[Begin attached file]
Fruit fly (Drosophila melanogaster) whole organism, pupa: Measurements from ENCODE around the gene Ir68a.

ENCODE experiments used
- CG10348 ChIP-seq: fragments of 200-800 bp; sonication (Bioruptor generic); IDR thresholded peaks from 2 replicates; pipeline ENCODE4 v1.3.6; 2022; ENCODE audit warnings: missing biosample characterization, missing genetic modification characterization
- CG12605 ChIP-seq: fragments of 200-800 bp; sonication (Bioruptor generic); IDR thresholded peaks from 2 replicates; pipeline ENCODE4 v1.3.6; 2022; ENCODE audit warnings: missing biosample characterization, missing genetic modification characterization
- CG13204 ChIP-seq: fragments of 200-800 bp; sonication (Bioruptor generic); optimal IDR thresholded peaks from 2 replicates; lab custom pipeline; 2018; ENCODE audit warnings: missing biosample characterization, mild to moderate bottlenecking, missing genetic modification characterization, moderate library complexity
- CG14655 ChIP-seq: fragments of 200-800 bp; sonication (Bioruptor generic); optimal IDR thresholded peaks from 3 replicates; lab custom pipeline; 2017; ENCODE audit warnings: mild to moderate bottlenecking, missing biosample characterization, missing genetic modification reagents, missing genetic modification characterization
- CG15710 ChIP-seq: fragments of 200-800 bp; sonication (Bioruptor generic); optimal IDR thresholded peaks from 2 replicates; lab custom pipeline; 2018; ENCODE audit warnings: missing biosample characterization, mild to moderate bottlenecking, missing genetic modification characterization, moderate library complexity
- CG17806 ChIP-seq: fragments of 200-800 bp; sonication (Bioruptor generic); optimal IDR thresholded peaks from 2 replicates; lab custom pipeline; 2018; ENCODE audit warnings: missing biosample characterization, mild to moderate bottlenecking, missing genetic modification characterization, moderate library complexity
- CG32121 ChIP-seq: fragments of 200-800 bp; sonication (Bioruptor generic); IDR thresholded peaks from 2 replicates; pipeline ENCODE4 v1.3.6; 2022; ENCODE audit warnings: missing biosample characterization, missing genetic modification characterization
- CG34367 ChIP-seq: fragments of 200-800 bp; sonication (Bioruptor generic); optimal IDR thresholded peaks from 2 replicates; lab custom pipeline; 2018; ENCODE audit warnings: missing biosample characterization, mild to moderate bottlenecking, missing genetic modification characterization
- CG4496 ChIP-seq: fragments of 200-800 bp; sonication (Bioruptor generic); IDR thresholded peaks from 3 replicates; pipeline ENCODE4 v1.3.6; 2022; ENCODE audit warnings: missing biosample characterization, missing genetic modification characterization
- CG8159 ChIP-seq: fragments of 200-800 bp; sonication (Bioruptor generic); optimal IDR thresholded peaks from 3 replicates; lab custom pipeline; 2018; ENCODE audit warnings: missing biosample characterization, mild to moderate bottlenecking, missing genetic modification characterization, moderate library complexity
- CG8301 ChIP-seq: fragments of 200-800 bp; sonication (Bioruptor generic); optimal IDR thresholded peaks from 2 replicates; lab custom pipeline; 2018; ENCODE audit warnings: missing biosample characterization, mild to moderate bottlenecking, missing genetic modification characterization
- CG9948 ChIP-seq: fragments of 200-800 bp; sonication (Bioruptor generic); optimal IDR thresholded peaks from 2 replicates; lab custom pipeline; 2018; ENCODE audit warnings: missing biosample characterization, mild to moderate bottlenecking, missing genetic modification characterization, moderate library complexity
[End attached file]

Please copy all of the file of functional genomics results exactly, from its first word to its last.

Fruit fly (Drosophila melanogaster) whole organism, pupa: Measurements from ENCODE around the gene Ir68a.

ENCODE experiments used
- CG10348 ChIP-seq: fragments of 200-800 bp; sonication (Bioruptor generic); IDR thresholded peaks from 2 replicates; pipeline ENCODE4 v1.3.6; 2022; ENCODE audit warnings: missing biosample characterization, missing genetic modification characterization
- CG12605 ChIP-seq: fragments of 200-800 bp; sonication (Bioruptor generic); IDR thresholded peaks from 2 replicates; pipeline ENCODE4 v1.3.6; 2022; ENCODE audit warnings: missing biosample characterization, missing genetic modification characterization
- CG13204 ChIP-seq: fragments of 200-800 bp; sonication (Bioruptor generic); optimal IDR thresholded peaks from 2 replicates; lab custom pipeline; 2018; ENCODE audit warnings: missing biosample characterization, mild to moderate bottlenecking, missing genetic modification characterization, moderate library complexity
- CG14655 ChIP-seq: fragments of 200-800 bp; sonication (Bioruptor generic); optimal IDR thresholded peaks from 3 replicates; lab custom pipeline; 2017; ENCODE audit warnings: mild to moderate bottlenecking, missing biosample characterization, missing genetic modification reagents, missing genetic modification characterization
- CG15710 ChIP-seq: fragments of 200-800 bp; sonication (Bioruptor generic); optimal IDR thresholded peaks from 2 replicates; lab custom pipeline; 2018; ENCODE audit warnings: missing biosample characterization, mild to moderate bottlenecking, missing genetic modification characterization, moderate library complexity
- CG17806 ChIP-seq: fragments of 200-800 bp; sonication (Bioruptor generic); optimal IDR thresholded peaks from 2 replicates; lab custom pipeline; 2018; ENCODE audit warnings: missing biosample characterization, mild to moderate bottlenecking, missing genetic modification characterization, moderate library complexity
- CG32121 ChIP-seq: fragments of 200-800 bp; sonication (Bioruptor generic); IDR thresholded peaks from 2 replicates; pipeline ENCODE4 v1.3.6; 2022; ENCODE audit warnings: missing biosample characterization, missing genetic modification characterization
- CG34367 ChIP-seq: fragments of 200-800 bp; sonication (Bioruptor generic); optimal IDR thresholded peaks from 2 replicates; lab custom pipeline; 2018; ENCODE audit warnings: missing biosample characterization, mild to moderate bottlenecking, missing genetic modification characterization
- CG4496 ChIP-seq: fragments of 200-800 bp; sonication (Bioruptor generic); IDR thresholded peaks from 3 replicates; pipeline ENCODE4 v1.3.6; 2022; ENCODE audit warnings: missing biosample characterization, missing genetic modification characterization
- CG8159 ChIP-seq: fragments of 200-800 bp; sonication (Bioruptor generic); optimal IDR thresholded peaks from 3 replicates; lab custom pipeline; 2018; ENCODE audit warnings: missing biosample characterization, mild to moderate bottlenecking, missing genetic modification characterization, moderate library complexity
- CG8301 ChIP-seq: fragments of 200-800 bp; sonication (Bioruptor generic); optimal IDR thresholded peaks from 2 replicates; lab custom pipeline; 2018; ENCODE audit warnings: missing biosample characterization, mild to moderate bottlenecking, missing genetic modification characterization
- CG9948 ChIP-seq: fragments of 200-800 bp; sonication (Bioruptor generic); optimal IDR thresholded peaks from 2 replicates; lab custom pipeline; 2018; ENCODE audit warnings: missing biosample characterization, mild to moderate bottlenecking, missing genetic modification characterization, moderate library complexity